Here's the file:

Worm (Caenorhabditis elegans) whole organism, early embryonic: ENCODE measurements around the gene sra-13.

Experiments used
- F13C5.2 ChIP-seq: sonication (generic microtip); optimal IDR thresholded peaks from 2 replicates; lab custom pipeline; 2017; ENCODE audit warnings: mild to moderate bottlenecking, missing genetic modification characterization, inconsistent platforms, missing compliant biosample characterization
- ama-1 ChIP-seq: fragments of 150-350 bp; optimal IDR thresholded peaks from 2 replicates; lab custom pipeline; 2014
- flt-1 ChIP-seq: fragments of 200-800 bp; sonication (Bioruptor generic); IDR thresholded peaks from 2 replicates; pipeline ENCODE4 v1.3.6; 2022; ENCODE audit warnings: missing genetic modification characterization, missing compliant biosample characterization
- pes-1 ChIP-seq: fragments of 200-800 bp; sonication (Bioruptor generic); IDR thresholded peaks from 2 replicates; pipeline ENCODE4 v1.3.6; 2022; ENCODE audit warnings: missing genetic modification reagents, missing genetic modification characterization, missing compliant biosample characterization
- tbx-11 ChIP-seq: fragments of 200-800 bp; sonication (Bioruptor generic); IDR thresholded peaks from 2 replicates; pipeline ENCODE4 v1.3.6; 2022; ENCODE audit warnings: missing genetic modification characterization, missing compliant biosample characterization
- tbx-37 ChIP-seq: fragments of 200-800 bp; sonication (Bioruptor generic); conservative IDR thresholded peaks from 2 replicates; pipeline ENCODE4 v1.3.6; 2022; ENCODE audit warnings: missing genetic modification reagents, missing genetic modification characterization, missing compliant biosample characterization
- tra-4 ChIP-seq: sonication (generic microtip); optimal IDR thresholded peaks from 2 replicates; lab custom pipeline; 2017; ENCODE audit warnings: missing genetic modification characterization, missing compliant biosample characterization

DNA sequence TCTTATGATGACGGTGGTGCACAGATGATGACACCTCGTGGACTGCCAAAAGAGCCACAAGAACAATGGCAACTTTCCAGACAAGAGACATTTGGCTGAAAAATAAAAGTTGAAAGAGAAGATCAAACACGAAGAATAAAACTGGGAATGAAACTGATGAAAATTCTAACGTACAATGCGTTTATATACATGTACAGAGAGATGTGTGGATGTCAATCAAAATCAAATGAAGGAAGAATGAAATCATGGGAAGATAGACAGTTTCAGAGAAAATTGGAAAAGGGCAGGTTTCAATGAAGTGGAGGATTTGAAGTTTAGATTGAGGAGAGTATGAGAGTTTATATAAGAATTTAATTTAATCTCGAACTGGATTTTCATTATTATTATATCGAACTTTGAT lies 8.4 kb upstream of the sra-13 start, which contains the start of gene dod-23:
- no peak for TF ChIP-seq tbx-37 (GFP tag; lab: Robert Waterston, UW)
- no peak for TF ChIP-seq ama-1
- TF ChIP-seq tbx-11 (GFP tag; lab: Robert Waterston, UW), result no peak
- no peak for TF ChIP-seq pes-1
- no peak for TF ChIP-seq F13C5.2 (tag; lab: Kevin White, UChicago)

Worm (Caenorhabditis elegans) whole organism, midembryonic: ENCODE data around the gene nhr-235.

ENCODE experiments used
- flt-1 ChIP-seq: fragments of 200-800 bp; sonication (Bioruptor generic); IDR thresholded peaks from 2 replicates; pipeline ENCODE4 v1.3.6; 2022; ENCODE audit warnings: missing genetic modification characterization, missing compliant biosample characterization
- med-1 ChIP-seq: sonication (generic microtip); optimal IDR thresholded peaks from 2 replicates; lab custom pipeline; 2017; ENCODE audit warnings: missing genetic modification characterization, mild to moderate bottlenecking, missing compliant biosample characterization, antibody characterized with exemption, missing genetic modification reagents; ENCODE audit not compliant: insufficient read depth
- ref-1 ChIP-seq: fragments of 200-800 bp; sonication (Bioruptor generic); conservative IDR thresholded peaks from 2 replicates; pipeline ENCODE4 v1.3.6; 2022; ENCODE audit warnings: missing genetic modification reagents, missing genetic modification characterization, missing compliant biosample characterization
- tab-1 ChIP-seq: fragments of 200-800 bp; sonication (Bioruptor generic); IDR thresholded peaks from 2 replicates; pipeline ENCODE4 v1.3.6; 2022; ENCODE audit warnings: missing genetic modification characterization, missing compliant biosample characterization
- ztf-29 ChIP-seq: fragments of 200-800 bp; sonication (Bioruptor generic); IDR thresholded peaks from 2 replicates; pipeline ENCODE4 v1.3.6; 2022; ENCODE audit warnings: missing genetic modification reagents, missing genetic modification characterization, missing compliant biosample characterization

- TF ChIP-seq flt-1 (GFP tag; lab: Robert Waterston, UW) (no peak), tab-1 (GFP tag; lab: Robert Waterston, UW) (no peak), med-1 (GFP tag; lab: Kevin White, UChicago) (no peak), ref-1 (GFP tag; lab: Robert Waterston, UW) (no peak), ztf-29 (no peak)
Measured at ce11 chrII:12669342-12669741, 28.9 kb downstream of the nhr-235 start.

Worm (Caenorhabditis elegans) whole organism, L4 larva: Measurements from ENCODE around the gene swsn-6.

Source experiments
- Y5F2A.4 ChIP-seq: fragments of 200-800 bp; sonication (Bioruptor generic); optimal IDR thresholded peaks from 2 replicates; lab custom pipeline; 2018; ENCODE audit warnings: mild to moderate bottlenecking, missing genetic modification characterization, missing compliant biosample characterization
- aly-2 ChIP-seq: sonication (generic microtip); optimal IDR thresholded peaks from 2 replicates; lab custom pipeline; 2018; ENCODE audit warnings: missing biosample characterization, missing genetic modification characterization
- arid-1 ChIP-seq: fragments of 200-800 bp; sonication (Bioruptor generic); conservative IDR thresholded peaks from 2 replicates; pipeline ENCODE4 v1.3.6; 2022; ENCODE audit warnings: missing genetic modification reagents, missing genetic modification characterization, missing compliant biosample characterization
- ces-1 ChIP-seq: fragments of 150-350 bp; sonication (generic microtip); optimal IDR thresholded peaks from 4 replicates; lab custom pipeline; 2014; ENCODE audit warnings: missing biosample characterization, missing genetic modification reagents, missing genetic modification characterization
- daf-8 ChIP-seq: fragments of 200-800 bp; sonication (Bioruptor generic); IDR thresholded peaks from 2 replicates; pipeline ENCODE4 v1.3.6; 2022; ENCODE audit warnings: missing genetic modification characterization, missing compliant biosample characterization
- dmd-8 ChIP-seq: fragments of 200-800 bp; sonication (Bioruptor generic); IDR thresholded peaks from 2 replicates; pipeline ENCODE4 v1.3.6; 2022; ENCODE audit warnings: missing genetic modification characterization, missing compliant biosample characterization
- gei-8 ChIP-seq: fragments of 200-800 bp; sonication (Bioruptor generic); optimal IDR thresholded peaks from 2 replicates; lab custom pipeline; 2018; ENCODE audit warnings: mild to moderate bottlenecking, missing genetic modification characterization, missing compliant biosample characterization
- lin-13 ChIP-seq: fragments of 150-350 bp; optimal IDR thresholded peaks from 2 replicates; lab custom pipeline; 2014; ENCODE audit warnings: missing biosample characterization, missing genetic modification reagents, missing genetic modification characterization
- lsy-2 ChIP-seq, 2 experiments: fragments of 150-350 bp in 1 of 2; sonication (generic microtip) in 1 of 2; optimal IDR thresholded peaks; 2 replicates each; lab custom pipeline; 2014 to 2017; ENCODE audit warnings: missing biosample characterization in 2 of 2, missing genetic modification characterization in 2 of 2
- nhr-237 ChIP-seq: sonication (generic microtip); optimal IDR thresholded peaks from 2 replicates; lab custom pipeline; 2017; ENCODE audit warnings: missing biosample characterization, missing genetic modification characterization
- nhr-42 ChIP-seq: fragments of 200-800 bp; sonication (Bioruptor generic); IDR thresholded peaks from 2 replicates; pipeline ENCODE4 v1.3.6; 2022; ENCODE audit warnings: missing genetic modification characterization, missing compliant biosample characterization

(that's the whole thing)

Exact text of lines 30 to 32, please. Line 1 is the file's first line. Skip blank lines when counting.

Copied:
- ces-1 ChIP-seq: fragments of 150-350 bp; sonication (generic microtip); optimal IDR thresholded peaks from 4 replicates; lab custom pipeline; 2014; ENCODE audit warnings: missing biosample characterization, missing genetic modification reagents, missing genetic modification characterization
- daf-8 ChIP-seq: fragments of 200-800 bp; sonication (Bioruptor generic); IDR thresholded peaks from 2 replicates; pipeline ENCODE4 v1.3.6; 2022; ENCODE audit warnings: missing genetic modification characterization, missing compliant biosample characterization
- dmd-8 ChIP-seq: fragments of 200-800 bp; sonication (Bioruptor generic); IDR thresholded peaks from 2 replicates; pipeline ENCODE4 v1.3.6; 2022; ENCODE audit warnings: missing genetic modification characterization, missing compliant biosample characterization